The fifth edition of the Diagnostic and Statistical Manual of Mental Disorders (DSM-5), which is scheduled to be published in May, officially recognizes binge-eating disorder for the first time. It was included in the appendix of DSM-IV “for further study.”
Treatment is not likely to change much short-term, because the current approach to treatment is yielding positive results.
Long term, though, inclusion in DSM-5 legitimizes the disorder and makes it more likely that research of treatment methods will take place, yielding new, more effective forms of treatment.
A Combination of Therapies
So how is binge-eating disorder treated? As with other eating disorders, successful treatment typically includes a combination of therapies.
Treatment typically begins by educating patients about their condition, so they are more aware of their eating patterns and can identify triggers that influence how and what they eat.
Typically, cognitive-behavioral therapy (CBT) is the most effective treatment for binge-eating disorder. CBT integrates behavior therapy with cognitive psychology and is based on the idea that changing maladaptive thinking can change behavior.
The therapist provides information, guidance, support and encouragement. Goals include normalized eating, the reduction or elimination of binging and a reduction in eating behavior triggered by mood and events. Cognitive goals include improving the patient’s self-esteem and weight-related concerns.
CBT is typically combined with interpersonal therapy (IPT), which encourages patients to regain control of their mood and how they function. Using IPT, which is frequently used to treat depression, the therapist engages the patient and helps the patient feel understood. The therapist also presents a rational argument for the treatment, which the patient typically learns to accept.
DBT: Another Alternative
When patients fail to respond to CBT combined with IPT, dialectical behavioral therapy (DBT) is often used. DBT combines cognitive behavioral techniques for regulation of emotion, and reality testing with distress tolerance, acceptance and mindful awareness. DBT seeks to reduce binging by improving adaptive emotion-regulation skills.
Behavioral Weight-Loss Therapy
Behavioral weight-loss therapy (BWLT) is another option, but many believe that it is best for the patient to recover from binge-eating disorder before addressing weight loss. Those who have binge-eating disorder have no control over their eating, so they are unable to successfully lose weight and keep it off. Those who first address their eating disorder greatly enhance the probability that they will be able to lose weight and keep it off.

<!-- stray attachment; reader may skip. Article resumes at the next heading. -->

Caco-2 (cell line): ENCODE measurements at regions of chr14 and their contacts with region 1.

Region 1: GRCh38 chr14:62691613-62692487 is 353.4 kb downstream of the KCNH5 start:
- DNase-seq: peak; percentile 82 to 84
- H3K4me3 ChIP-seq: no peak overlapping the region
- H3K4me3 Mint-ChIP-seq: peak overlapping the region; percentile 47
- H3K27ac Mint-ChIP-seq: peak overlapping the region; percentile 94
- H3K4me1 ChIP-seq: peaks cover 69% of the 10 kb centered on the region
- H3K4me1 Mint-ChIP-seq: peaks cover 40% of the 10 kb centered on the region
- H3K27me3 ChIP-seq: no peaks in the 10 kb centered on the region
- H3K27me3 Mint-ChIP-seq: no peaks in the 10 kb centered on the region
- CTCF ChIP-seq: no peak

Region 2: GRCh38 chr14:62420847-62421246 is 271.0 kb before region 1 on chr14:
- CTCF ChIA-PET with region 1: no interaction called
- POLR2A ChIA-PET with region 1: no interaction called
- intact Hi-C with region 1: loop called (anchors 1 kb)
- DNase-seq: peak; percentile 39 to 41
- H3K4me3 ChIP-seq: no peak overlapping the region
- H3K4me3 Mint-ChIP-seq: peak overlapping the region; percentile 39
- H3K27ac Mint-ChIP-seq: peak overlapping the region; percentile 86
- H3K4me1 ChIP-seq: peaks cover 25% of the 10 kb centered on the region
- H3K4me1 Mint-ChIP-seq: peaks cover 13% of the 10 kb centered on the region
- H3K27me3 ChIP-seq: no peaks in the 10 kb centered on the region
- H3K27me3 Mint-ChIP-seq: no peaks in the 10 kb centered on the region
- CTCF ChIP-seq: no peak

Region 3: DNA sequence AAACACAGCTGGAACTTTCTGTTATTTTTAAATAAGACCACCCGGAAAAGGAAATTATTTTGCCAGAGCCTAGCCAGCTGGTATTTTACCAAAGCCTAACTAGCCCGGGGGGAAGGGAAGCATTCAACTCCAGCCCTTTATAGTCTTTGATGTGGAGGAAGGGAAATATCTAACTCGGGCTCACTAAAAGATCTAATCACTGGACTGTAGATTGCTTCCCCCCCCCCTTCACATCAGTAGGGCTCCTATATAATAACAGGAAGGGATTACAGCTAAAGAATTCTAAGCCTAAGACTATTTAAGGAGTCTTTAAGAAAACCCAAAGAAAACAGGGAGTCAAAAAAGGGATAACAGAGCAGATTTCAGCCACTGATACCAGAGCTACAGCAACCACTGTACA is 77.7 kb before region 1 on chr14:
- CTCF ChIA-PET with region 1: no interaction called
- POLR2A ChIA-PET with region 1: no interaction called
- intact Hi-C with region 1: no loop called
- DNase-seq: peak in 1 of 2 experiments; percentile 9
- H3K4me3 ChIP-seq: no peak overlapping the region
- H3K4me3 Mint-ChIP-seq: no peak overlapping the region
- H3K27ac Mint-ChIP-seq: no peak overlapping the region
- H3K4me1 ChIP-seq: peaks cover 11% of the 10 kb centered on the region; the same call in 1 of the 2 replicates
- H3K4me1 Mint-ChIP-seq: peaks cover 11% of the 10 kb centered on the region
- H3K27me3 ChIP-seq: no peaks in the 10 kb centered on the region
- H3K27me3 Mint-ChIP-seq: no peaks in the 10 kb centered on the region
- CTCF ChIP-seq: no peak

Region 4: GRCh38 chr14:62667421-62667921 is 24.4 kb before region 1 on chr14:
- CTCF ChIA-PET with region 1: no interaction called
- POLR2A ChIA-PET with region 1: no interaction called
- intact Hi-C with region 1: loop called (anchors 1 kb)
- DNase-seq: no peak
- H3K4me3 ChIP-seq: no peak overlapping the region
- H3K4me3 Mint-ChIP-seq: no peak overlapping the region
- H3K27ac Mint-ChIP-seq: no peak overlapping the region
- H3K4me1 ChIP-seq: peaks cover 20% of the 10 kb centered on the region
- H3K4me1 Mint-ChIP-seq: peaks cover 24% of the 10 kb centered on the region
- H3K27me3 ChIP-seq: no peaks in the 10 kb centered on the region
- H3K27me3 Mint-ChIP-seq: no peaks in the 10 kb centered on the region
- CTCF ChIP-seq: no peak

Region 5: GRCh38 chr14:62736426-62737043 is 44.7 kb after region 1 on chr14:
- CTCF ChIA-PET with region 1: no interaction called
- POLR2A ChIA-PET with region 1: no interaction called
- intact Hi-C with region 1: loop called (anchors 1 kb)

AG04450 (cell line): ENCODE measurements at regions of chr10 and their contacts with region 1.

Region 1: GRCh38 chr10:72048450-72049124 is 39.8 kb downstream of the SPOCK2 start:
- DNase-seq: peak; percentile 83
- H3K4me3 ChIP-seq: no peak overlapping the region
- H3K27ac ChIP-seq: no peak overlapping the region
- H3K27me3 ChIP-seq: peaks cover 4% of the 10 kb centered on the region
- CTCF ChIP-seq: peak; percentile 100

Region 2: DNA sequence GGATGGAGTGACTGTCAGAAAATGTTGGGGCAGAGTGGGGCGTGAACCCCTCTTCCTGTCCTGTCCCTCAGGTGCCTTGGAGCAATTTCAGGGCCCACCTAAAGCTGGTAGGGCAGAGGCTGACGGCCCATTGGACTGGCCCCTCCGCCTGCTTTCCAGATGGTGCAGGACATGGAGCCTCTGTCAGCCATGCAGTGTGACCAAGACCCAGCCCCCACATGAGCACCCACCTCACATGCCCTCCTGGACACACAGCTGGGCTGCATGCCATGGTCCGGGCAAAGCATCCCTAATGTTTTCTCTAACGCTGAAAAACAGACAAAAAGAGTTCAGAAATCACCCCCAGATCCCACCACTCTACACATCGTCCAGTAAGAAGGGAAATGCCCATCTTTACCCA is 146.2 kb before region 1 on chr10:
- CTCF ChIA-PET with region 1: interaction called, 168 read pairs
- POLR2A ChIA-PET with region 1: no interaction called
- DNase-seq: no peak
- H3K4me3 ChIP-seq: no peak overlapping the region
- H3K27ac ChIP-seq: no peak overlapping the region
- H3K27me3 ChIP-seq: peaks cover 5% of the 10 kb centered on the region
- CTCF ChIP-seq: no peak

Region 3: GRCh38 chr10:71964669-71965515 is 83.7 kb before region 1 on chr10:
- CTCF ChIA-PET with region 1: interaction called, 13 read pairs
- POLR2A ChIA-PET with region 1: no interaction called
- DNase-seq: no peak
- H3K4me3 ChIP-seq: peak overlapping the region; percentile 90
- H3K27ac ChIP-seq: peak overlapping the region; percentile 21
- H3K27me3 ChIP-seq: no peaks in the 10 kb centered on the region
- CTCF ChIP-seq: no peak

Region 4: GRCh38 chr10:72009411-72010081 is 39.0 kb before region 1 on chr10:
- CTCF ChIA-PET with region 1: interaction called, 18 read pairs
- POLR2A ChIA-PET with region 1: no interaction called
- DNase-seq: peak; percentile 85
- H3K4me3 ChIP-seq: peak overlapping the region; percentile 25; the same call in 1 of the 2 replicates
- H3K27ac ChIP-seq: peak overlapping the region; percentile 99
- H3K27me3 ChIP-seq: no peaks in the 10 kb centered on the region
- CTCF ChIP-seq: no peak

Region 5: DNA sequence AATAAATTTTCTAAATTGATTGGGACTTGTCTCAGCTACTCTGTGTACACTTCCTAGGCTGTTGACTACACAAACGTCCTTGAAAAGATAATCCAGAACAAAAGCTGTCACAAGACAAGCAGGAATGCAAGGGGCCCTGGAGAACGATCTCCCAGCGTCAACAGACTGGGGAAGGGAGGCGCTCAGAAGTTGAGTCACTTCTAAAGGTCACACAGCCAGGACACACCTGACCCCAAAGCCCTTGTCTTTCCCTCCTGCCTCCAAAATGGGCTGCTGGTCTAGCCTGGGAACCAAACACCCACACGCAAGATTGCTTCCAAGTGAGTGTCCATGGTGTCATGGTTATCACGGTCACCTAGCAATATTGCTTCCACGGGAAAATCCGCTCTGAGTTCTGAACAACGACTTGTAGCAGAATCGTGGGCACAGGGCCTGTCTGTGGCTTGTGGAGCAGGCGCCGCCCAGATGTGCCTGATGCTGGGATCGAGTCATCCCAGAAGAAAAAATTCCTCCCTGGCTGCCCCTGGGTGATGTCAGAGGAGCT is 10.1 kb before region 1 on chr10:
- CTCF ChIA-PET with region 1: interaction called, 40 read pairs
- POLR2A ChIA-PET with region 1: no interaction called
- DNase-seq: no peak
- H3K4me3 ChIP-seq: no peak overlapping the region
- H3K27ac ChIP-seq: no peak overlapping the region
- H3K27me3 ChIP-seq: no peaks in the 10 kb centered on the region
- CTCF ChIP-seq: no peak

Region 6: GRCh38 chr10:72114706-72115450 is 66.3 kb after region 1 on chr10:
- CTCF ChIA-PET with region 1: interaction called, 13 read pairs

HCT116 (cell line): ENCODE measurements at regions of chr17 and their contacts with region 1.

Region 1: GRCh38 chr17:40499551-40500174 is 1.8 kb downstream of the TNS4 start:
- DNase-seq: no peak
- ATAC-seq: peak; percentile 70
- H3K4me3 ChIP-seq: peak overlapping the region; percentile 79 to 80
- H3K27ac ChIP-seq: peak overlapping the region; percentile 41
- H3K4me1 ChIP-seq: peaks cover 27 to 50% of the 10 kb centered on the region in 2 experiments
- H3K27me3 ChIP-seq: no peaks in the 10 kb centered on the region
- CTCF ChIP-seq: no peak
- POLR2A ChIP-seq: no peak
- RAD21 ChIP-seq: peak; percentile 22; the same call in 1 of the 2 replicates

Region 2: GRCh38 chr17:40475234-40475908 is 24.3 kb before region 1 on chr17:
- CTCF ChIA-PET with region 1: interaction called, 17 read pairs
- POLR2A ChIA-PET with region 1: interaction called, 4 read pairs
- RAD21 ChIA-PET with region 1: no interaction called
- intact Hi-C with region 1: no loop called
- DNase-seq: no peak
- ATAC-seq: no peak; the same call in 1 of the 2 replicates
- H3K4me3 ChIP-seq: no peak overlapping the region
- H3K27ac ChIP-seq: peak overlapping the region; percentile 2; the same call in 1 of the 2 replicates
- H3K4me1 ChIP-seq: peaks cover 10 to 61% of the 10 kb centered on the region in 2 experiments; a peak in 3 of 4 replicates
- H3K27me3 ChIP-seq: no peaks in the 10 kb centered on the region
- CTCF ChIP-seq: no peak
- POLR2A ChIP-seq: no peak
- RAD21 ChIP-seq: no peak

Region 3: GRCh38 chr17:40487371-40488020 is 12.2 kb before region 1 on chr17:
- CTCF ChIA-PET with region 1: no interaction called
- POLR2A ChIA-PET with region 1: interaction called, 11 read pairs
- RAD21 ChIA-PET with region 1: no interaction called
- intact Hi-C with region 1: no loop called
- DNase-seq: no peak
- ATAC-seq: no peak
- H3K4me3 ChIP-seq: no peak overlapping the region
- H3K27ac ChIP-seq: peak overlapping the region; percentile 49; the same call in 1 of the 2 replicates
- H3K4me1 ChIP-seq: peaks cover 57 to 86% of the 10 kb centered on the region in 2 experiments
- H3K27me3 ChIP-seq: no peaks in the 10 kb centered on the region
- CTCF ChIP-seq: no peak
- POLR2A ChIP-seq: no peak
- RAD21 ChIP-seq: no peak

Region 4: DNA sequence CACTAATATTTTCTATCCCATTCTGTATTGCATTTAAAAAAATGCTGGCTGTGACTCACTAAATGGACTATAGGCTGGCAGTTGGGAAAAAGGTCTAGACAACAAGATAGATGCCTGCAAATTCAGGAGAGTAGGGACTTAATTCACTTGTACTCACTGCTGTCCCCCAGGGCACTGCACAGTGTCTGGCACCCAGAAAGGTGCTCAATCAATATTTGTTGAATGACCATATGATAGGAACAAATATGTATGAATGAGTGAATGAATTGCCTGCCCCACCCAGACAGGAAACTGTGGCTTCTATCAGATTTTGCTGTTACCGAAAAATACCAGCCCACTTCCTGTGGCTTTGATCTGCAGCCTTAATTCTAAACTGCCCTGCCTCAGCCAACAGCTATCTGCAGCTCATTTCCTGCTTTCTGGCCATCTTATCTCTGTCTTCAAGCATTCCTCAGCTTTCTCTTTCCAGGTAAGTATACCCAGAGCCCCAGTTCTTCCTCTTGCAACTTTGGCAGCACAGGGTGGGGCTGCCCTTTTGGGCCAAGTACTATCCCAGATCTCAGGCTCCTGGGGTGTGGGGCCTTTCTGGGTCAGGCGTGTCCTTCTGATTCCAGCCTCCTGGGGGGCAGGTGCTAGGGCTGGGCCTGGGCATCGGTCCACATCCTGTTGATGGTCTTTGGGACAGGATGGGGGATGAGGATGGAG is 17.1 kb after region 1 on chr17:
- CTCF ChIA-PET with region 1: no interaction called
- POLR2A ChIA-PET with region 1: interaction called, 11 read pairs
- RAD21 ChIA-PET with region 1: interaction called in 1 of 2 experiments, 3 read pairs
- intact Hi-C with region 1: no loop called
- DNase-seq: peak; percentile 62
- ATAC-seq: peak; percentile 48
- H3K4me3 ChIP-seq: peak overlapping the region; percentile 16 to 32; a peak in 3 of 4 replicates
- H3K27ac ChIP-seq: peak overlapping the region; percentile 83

Exercise or other physical activity can also help those with binge-eating disorder develop a positive relationship with their body and learn to manage stress more effectively.
Start With a Plan
What works for one individual does not necessarily work for another, so treatment should be based on an in-depth diagnosis and a plan developed by a team, covering medical, behavioral and nutritional care, while also considering co-occurring disorders.
Depending on how far the disorder has advanced, in-patient care or residential care may be necessary to help the patient become medically stable and to begin intensive therapy. Insurers have often been resistant to that level of care, but they may be more flexible because of DSM-5.
When there are co-occurring disorders – and there are more often than not – it is critical to treat both or all of them concurrently. Otherwise, another disorder will likely become more advanced as the patient makes progress with binge-eating disorder. Many in the industry are hopeful that insurers will also be increasingly supportive of treating co-occurring disorders concurrently because of DSM-5.
While the recovery rate for binge-eating disorder is already higher than for other eating disorders, the inclusion of binge-eating disorder in DSM-5 increases the likelihood of more research and the development of more effective treatment.